The Ultras and Egypt's expanding cycle of violence (Al Jazeera)

Since the country’s revolution, the relationship between Egyptian police and sports fans has been extremely tense.

The death of Zamalek sports club fans on Sunday has expanded the cycle of violence in Egyptian sports. The last deadly sports event took place in February of 2012, when more than 70 fans of Al-Ahli sports club, Egypt’s most popular football club, were killed in a similar stampede at the Port Said Stadium.
On the third anniversary of the Port Said “massacre”, Al Ahli Ultras wrote on their Facebook page: “Three years have passed since 72 men were martyred. Their memory will always remain in our hearts. Three years without accountability until now. We will neither forget not forgive.”
Since the January 25 uprising in 2011, the relationship between Egypt’s police and sports fans known as Ultras has been very tense. The Ultras led anti-regime protests and were thought to have played a major role in breaking down the police forces on January 28, 2011, leading to the downfall of Hosni Mubarak’s regime.
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Since the fourth anniversary of the Egyptian revolution, the country has witnessed a general surge in violence. According to Human Rights Watch, at least 20 protesters were killed during demonstrations marking the anniversary.
New protest groups, such as the “Revolutionary Punishment”, were formed to create an “armed revolution against military dictatorship”. The group has claimed responsibility for several attacks on police and military personnel and institutions in Cairo, Alexandria and other provinces. 
In Sinai, a coordinated attack on various military and police sites on January 29 by groups affiliated with the Islamic State of Iraq and the Syria (ISIL) killed more than 40 people, raising Egyptians’ fears that the strategic peninsula could be slipping out of government control. An October attack by the same group left more than 30 military members dead.
Reacting to Sunday’s events, Zamalek club fans, known as the White Knights, in a Facebook post accused police of plotting a “massacre” against them: “A planned massacre. A conspiracy prepared by wicked people.”
The expanding cycle of violence could not have come at a more sensitive time for the regime of Abdel Fatah el-Sisi, who is struggling to portray an image of a stable Egypt to attract foreign investment at an international donors conference next month.
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The call to hold the conference was initiated by the late King Abdullah of Saudi Arabia, immediately after Sisi took office. Analysts say it was an indication of the commitment by Saudi Arabia and other Gulf counties to support the Egyptian regime. Holding the conference became an end in itself, as Egypt’s economy continued to suffer on various levels, including the rising deficit and debt, as well as the decreasing value of the Egyptian pound to the dollar.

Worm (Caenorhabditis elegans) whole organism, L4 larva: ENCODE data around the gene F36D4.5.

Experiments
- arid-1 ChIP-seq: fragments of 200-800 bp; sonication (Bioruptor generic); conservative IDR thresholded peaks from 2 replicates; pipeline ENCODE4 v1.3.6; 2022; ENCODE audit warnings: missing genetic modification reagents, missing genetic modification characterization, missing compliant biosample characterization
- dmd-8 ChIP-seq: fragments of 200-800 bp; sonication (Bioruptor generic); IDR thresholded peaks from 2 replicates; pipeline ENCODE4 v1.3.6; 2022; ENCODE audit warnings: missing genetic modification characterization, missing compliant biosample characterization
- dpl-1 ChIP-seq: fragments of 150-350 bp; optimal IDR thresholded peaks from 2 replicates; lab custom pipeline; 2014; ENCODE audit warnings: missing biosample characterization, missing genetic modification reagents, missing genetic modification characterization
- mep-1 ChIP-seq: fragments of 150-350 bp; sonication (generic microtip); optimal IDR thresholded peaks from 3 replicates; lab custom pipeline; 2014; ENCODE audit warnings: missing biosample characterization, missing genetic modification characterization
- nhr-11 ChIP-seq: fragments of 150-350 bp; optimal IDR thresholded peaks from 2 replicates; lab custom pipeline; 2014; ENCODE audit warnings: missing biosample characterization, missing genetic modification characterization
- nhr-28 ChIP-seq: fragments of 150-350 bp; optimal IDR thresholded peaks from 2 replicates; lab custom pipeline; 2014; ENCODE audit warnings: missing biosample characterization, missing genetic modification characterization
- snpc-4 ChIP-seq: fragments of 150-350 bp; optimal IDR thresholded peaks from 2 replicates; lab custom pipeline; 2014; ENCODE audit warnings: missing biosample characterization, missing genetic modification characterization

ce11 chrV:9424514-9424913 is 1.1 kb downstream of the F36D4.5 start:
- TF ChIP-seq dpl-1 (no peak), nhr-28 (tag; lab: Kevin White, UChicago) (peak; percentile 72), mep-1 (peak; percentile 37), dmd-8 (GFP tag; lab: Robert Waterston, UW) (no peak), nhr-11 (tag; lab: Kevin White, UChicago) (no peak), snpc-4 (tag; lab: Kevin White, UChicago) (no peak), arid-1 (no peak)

The conference became a bedrock of Sisi’s political propaganda and economic plans. Some investors even suggested Sisi should postpone parliamentary elections, due to be held in March, to maintain an image of a politically stable Egypt ahead of the economic conference.
In the last few weeks, pro-revolution parties who led the opposition against Mohamed Morsi’s rule have said they would not take part in the upcoming parliamentary elections. These include al-Doustor Party, founded by Mohamed al-Baradei; the Strong Egypt Party, headed by former presidential candidate Abdel Monem Aboul Fotouh; and the Popular Current Party, founded by Hamdeen Sabahi, the only candidate to run against Sisi.
Growing disenchantment with Sisi regime, coupled with the increasing violence, is fuelling concerns in Egypt. And despite several local and international calls to restrain the country’s security forces, they have continued to act with impunity. 
VIDEO: Al Jazeera World: Ultras
On Sunday night, as Egyptians were glued to their television sets to follow news of the deadly events, activists expressed outrage at how prominent pro-regime media pundits reacted.
As the game continued as planned, despite the large number of casualties among fans outside of the stadium, one  TV presenter was quick to blame the fans and call for their prosecution.
“There are people who are going to create trouble … When we speak to them nicely and softly, we give them the wrong message,” the presenter said. “We send them the message that they can do anything and they will not be jailed for it. I tell you now: The public prosecutor will have no mercy on anyone.”